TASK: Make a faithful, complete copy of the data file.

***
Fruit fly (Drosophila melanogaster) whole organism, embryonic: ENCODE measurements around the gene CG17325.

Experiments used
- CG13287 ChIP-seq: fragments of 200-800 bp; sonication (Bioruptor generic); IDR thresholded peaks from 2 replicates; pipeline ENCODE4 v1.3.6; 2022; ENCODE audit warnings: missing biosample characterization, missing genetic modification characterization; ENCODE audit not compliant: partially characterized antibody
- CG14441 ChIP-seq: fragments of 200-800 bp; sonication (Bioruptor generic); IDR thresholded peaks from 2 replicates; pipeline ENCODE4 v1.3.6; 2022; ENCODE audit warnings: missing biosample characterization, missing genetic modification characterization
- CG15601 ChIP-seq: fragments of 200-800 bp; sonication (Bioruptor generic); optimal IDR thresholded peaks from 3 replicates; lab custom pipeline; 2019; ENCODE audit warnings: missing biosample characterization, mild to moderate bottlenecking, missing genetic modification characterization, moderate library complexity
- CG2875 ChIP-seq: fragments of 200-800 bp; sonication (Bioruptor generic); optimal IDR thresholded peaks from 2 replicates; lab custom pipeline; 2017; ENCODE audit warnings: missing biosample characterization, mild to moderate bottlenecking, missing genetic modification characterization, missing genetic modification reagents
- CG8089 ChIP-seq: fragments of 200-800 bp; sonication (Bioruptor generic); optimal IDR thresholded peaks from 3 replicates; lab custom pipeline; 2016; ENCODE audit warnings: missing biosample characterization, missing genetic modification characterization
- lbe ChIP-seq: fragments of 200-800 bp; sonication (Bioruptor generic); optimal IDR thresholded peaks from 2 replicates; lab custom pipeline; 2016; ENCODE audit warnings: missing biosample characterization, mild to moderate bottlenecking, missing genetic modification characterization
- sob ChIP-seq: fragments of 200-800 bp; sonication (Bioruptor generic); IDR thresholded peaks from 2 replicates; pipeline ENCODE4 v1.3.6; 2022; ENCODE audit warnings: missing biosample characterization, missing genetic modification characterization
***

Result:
Fruit fly (Drosophila melanogaster) whole organism, embryonic: ENCODE measurements around the gene CG17325.

Experiments used
- CG13287 ChIP-seq: fragments of 200-800 bp; sonication (Bioruptor generic); IDR thresholded peaks from 2 replicates; pipeline ENCODE4 v1.3.6; 2022; ENCODE audit warnings: missing biosample characterization, missing genetic modification characterization; ENCODE audit not compliant: partially characterized antibody
- CG14441 ChIP-seq: fragments of 200-800 bp; sonication (Bioruptor generic); IDR thresholded peaks from 2 replicates; pipeline ENCODE4 v1.3.6; 2022; ENCODE audit warnings: missing biosample characterization, missing genetic modification characterization
- CG15601 ChIP-seq: fragments of 200-800 bp; sonication (Bioruptor generic); optimal IDR thresholded peaks from 3 replicates; lab custom pipeline; 2019; ENCODE audit warnings: missing biosample characterization, mild to moderate bottlenecking, missing genetic modification characterization, moderate library complexity
- CG2875 ChIP-seq: fragments of 200-800 bp; sonication (Bioruptor generic); optimal IDR thresholded peaks from 2 replicates; lab custom pipeline; 2017; ENCODE audit warnings: missing biosample characterization, mild to moderate bottlenecking, missing genetic modification characterization, missing genetic modification reagents
- CG8089 ChIP-seq: fragments of 200-800 bp; sonication (Bioruptor generic); optimal IDR thresholded peaks from 3 replicates; lab custom pipeline; 2016; ENCODE audit warnings: missing biosample characterization, missing genetic modification characterization
- lbe ChIP-seq: fragments of 200-800 bp; sonication (Bioruptor generic); optimal IDR thresholded peaks from 2 replicates; lab custom pipeline; 2016; ENCODE audit warnings: missing biosample characterization, mild to moderate bottlenecking, missing genetic modification characterization
- sob ChIP-seq: fragments of 200-800 bp; sonication (Bioruptor generic); IDR thresholded peaks from 2 replicates; pipeline ENCODE4 v1.3.6; 2022; ENCODE audit warnings: missing biosample characterization, missing genetic modification characterization